Encompasses both the creative production and technical and theoretical parts of audio engineering
Teaching locations include our MediaCityUK campus – the heart of media production in the North, next door to the BBC and ITV
Delivered by Salford's world-renowned acoustics team
Work/industrial placement opportunity
International students can apply
New course for 2019 entry
Our new Sound Engineering and Production course will provide you with the skills and knowledge to create a successful career in audio engineering and production.
By expertly combining theory and practice, you will gain a sound grounding in the theoretical side of audio. You'll also acquire production knowledge of a variety of practical applications including radio, TV, music recording and live sound. Throughout the course, you will have access to a wide range of cutting edge facilities, from our world-class anechoic chambers and reverberation suites through to our advanced recording studios and spatial audio installations.
Developed and taught by the Salford Acoustics department, with over 60 years of experience and is considered one of leading authorities in all things sound-related, the course is ready to launch your career in sound management.
This module will introduce you to a broad range of audio systems and components including microphones, transmission, digital audio and loudspeakers. You will also learn how to make sound effects for a computer game.
This module is designed to give you an understanding of the underlying concepts and principles of multi-track production, develop your production skills to translate multi-source live music and sound into a recorded stereo image, and develop the organisational skills needed to successfully record an artist/group. Typically, you will use our Pro-Tools based recording studios to record a band.
You will study the methods of connecting audio equipment for analogue and digital data transmission and power delivery in the context of PA and sound re-enforcement systems. This module also looks at the fundamental electrical principles and practices necessary for the design and assembly of public address and sound re-enforcement systems for delivery of music and sound to a live audience. On completion, you will have the organisational skills necessary to specify systems and plan in advance according to the requirements of the venue and performers.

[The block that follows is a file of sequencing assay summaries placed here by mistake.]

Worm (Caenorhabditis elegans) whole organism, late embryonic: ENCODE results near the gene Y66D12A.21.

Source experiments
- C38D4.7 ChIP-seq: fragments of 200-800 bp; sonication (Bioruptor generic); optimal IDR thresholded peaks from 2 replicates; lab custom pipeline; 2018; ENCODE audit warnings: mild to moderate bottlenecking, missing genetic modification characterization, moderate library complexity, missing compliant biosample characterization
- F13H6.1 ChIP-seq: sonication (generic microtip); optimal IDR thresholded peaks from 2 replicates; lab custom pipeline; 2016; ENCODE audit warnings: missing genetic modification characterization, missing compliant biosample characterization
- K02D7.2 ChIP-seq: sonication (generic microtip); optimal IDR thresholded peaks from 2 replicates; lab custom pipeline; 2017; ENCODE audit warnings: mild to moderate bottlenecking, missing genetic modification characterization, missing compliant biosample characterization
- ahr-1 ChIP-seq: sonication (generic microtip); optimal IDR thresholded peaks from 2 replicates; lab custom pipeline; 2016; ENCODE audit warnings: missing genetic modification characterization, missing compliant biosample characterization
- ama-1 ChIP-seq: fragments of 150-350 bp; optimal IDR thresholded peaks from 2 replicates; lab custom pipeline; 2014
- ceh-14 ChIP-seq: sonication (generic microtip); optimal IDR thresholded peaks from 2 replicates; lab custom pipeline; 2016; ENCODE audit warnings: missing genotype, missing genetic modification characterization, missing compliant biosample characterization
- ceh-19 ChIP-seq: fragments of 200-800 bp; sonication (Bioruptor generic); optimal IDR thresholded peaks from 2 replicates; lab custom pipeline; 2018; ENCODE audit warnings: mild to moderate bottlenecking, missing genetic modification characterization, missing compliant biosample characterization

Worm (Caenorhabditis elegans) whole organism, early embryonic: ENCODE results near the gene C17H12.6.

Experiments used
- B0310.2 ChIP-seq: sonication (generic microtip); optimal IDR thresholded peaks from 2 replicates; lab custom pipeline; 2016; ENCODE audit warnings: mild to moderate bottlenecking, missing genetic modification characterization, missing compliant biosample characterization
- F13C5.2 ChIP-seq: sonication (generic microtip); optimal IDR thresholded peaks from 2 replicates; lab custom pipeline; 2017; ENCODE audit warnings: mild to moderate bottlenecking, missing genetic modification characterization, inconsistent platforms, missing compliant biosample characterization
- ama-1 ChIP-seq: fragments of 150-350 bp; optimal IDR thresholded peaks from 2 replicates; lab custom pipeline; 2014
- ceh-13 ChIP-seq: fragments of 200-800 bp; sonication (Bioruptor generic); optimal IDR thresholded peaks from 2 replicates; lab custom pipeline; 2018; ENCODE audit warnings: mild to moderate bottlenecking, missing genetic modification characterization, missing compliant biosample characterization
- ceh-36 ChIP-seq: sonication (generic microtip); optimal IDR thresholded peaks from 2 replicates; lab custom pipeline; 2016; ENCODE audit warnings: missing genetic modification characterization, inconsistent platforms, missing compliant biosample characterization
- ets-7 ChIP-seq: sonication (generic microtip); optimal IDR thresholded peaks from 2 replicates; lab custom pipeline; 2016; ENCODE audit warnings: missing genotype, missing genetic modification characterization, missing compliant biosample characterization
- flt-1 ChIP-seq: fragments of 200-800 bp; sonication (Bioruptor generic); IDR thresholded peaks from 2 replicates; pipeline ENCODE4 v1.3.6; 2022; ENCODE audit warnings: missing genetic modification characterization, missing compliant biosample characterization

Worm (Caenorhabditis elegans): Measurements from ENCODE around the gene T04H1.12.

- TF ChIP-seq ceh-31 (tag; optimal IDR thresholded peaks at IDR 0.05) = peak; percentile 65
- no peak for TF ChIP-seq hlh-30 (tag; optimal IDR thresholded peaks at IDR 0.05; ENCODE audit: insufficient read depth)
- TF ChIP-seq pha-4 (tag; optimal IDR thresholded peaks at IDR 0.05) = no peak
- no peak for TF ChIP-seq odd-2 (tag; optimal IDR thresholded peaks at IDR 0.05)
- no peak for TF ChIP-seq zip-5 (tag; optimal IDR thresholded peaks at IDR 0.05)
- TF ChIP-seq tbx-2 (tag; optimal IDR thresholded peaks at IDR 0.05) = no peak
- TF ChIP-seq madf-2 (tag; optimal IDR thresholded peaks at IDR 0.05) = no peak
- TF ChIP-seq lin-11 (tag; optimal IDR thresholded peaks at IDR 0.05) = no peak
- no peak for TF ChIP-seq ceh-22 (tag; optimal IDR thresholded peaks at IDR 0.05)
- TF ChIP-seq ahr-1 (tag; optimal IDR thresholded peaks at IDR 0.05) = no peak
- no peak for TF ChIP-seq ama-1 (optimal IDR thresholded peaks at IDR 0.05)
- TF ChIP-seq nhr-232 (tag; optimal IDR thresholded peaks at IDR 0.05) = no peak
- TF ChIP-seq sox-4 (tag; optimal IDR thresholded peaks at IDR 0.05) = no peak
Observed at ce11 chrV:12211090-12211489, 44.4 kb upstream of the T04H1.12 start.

You will be taught how to use typical software tools for the generation, control, processing and audio reproduction in music technology. You will be able to evaluate the importance of the different parameters that influence musical sound. This module also introduces MIDI programming and musical synthesis using both software and hardware.
You will be taught about a wide variety of specialist acoustic and audio measurements, in terms of equipment familiarity, correct use, interpretation of data and correct reporting (both oral and written).
In order to better prepare you for a career in audio, this module will help you understand the nature of entrepreneurs and the development of entrepreneurial organisations. You will cover popular business theories such as theory of management, the role of enterprise in the economy, leadership and management of an enterprise and developing and managing quality in the enterprise.
You will work together with course mates on a specific real world audio design task and come up with a real practical solution using the acoustics laboratory facilities and the new Newton Building Maker Space facilities and equipment.
You will explore different types of audio installations from home theatre to cinemas and right through to stadiums. Acoustics and system design will feature heavily and this will culminate in designing an installation for a particular acoustic space.
This module will help you develop the production techniques associated with computer based digital audio recording, understand the principles and techniques of production planning and location recording and on completion you will be able to apply a range of techniques to a digital audio editing and production project.
This module builds on the Studio Production module from year 1. You will complete a sound design project for a short film. The project will involve dialogue replacement, Foley, location recording, background music and sound effects.
You will gain an appreciation of the factors that affect the perception of sound by humans in 2 and 3D and how this knowledge can be used in spatial audio. The module involves an historical and technical overview of the audio recording and reproduction techniques used to provide spatial audio, an insight into relevant commercial developments in this field and an introduction to studio techniques for surround sound production.
IP networks are extensively used in transmission of audio in broadcast. This module provides an understanding of network applications and future broadcast formats. Lab-based projects will investigate IP networks in recording studios, live sound use and outside broadcast.
Audio forensics and restoration may involve enhancement of audio recordings, verification of the authenticity of a recording and identification of acoustics events, such as type of car engines or human voices. You will explore famous case studies such as JFK and Watergate and learn how to apply modern restoration and analytical audio techniques.
Game and VR audio is becoming an important element in entertainment and media. You will learn about audio game design, workflows, acoustic modelling, augmented reality and the techniques required to employ them.